Recent scientific findings show that Benadryl may cause dementia and its use is strongly linked to cognitive decline and shrinking of the brain. Say what? Yep. A study published in the JAMA in January 2015 provided one of the first demonstrations of this link, but a more recent study out of the University of Indiana confirms the connection between brain atrophy and anti-cholinergic drugs.
Other over-the-counter anti-cholinergic drugs linked to cognitive decline include the sleep aids Unisom and Tylenol PM, the cough medicine Dimetapp and the motion sickness medicine Dramamine. Two commonly prescribed drugs for over-active bladder, oxybutynin and tolterodine, are also closely linked to brain decline, as are the tricyclic anti-depressants and migraine medications doxepin and amitryptiline. Same thing with Paxil, commonly prescribed for depression.
Aren’t you just being dramatic? What did the study REALLY say?
The study used brain imaging techniques to determine if these drugs caused actual physical changes to the brain itself, and if there were any cognitive changes that manifested in the patients. The study included 451 patients with an average age of 73 years old. Sixty of the 451 people were taking an anti-cholinergic drug of the type mentioned above. The researchers used brain scans as well as memory and cognitive tests to determine if the drugs caused any changes.
The results demonstrated that there was definite lowered brain activity in the participants who used the anti-cholinergic drugs. There was also lowered activity in the hippocampus, the part of the brain responsible for memory. Not coincidentally, the hipppocampus is the area of the brain that is most affected by Alzheimer’s disease.
In addition, the brains of the anti-cholinergic drug users were SMALLER than the other study participants. It is unclear as to why or how these drugs cause a shrinking of the brain, but the results of this study confirm what has been suspected by scientists all along: that these drugs contribute to cognitive decline and brain shrinkage.
But This Only Happens at Massive Doses, Right?
Research from 2013 performed at the Indiana University and funded by the NIH demonstrated that it takes just 60 days of taking these drugs at a normal dose for cognitive impairment to occur. 60 days!! That means if you’re taking Benadryl at its recommended dose each day for allergies during the spring, your cognitive functioning will suffer.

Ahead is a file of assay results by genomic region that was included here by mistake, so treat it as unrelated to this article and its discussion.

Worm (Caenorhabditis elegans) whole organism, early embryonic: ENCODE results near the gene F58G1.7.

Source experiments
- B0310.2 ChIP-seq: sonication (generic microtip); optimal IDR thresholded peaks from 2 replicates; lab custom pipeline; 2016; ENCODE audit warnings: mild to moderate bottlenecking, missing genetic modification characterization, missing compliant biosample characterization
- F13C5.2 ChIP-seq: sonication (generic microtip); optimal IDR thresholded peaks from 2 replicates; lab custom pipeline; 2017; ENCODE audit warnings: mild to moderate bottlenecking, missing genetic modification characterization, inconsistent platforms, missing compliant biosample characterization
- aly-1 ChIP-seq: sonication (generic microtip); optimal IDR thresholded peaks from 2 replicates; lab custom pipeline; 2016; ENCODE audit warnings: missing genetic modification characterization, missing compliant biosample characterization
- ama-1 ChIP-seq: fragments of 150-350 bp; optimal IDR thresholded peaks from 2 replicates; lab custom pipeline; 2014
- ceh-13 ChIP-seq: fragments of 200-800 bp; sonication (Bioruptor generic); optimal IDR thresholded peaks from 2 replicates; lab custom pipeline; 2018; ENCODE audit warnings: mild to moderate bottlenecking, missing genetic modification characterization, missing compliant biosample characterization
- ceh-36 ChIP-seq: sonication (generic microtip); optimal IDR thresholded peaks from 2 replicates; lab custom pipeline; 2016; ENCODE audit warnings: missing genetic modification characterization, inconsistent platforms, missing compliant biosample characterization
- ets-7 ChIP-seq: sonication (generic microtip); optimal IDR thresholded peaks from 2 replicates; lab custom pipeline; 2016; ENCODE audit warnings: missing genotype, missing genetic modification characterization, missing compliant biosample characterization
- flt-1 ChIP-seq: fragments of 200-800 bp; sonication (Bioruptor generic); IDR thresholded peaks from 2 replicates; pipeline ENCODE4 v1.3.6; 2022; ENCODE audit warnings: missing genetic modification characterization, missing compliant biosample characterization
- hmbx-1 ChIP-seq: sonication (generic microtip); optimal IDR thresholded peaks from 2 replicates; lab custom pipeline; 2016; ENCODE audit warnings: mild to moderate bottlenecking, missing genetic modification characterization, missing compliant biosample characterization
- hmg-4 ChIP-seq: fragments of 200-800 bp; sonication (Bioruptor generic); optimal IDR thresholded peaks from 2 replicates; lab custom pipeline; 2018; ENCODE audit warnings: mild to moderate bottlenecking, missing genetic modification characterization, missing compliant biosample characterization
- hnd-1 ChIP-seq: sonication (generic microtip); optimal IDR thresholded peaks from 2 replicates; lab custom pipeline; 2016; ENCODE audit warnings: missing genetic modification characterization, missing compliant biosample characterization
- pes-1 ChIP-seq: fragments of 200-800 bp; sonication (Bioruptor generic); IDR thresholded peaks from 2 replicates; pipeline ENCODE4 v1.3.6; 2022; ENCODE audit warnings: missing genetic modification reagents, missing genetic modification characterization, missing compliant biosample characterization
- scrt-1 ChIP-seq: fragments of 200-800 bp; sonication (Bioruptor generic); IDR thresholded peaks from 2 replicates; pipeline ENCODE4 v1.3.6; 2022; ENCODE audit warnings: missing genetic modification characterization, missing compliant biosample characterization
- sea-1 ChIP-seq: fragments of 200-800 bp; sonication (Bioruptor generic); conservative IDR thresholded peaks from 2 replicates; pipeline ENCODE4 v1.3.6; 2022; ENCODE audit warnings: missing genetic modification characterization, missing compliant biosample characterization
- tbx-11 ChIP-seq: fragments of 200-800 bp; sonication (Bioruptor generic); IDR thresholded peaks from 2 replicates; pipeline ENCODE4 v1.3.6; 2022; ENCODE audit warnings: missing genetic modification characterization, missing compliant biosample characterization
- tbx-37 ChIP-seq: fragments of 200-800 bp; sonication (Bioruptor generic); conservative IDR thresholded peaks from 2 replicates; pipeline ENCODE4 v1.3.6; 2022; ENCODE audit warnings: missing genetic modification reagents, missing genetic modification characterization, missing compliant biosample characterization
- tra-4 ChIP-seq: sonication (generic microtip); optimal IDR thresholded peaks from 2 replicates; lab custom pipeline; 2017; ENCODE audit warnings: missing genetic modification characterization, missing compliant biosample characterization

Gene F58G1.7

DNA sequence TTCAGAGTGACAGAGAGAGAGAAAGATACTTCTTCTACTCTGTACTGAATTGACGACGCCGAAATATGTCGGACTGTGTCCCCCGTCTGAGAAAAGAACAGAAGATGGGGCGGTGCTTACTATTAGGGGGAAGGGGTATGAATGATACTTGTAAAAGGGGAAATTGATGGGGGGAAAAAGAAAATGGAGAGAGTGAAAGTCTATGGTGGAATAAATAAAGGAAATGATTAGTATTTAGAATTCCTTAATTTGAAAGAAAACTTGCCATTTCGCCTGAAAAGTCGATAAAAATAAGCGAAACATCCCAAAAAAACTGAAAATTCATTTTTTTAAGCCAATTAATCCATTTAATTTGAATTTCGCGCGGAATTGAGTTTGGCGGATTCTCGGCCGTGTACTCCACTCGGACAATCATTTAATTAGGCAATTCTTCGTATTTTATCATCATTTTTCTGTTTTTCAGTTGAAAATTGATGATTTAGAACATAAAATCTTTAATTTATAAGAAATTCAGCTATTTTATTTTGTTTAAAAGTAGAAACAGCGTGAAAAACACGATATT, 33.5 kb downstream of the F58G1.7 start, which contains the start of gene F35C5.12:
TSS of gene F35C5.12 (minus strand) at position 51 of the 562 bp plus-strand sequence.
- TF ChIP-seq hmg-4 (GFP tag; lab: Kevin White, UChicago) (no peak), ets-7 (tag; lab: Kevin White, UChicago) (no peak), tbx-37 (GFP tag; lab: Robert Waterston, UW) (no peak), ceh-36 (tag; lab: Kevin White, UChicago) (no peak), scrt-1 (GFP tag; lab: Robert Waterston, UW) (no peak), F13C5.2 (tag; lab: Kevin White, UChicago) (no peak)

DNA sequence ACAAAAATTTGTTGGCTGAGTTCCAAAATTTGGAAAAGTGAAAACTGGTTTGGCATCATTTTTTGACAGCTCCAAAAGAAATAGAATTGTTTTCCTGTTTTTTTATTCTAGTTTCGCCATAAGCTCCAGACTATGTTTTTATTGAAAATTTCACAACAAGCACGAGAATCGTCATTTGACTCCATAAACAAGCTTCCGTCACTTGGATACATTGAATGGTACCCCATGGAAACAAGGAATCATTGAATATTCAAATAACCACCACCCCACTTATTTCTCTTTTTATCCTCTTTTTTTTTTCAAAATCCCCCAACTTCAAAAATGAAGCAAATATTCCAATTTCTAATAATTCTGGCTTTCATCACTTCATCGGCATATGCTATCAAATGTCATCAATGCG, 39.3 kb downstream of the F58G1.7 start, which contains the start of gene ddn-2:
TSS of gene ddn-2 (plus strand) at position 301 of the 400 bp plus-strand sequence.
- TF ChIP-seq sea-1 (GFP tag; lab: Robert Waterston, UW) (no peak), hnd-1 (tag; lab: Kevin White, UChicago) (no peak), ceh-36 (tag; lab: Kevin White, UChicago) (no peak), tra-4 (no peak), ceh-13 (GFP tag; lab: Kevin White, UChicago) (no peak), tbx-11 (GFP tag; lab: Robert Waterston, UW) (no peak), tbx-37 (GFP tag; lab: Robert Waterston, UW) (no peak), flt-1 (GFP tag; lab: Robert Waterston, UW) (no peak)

So we’re not talking about taking massive amounts here, or even taking the drug for years and years. We are talking about normal doses for relatively short periods of time. And many of these drugs are prescribed or used LONG-TERM, such as Paxil. Scary.
Evidence of the effects of anti-cholinergic activity on brain functioning has been around for quite a while. In the 1990s, researchers published a paper in the American Journal of Geriatric Psychiatry that discussed the link between elevated levels of anti-cholinergics and dementia. A study out just this month in the same journal (June 2016) confirms these findings, demonstrating that in a depressed elderly population, the use of anti-cholinergic drugs is associated with a SIGNIFICANT increase in dementia.
So what drugs do I need to watch out for?
Aging and Brain Care has produced a printable list of all the drugs that have been evaluated. Those with an ACB score of 1 are possibly risky. Those with a score of 2 or 3 are definitely risky.
According to Aging in Brain Care, using drugs with a 2 or 3 score “may increase the risk of cognitive impairment by 46% over 6 years. Additionally, each one point increase in the ACB total score has been correlated with a 26% increase in the risk of death.”
Drugs with ACB of 2 or 3 (definite risk):
- Benadryl (diphenhydramine)
- Dimetapp (brompheneramine)
- Tylenol PM (diphenhydramine component)
- Thorazine (chlorpromazine)
- Dramamine (dimenhydrinate)
- Unisom (doxylamine)
- Elavil (amitryptaline)
- Tofranil (imipramine)
- Zyprexa (olanzapine)
- Paxil (paroxetine)
- Phenergan (promethazine)
- Seroquel (quetiapine)
- Demerol (meperidime)
- Tegretol (carbamazepine)
Products with a score of 1, as listed below, are potentially dangerous but their connection to impaired brain function is less clear.
- Immodium (loperamide)
- Effexor (venlafaxine)
- Zantac (ranitidine)
- Claritin (loratidine)
- Coumadin (warfarin)
- Xanax (alprazalome)
- Abilify (aripiprazole)
- Wellbutrin (buproprion)
- Zyrtec (certirizine)
- Tagamet (cimitidine)
- Valium (diazepam)
- Luvox (fluvoxamine)
- Haldol (haloperidol)
- Risperdal (risperidone)
Are there Alternatives to Benadryl?
Try using a natural method such as local honey to reduce your symptoms or perhaps visit a local acupuncturist. Acupuncture and Chinese herbs can be very effective in reducing allergy symptoms. You can also try a homeopathic remedy like Sabadil or Natural D-Hist.
I will be discussing natural remedies for insomnia in a later post. If you are on any prescription drugs that show up on these lists, please discuss your concern with your primary care provider. Many doctors are not aware of these serious side effects, and we need to be informed health care consumers and advocate for ourselves.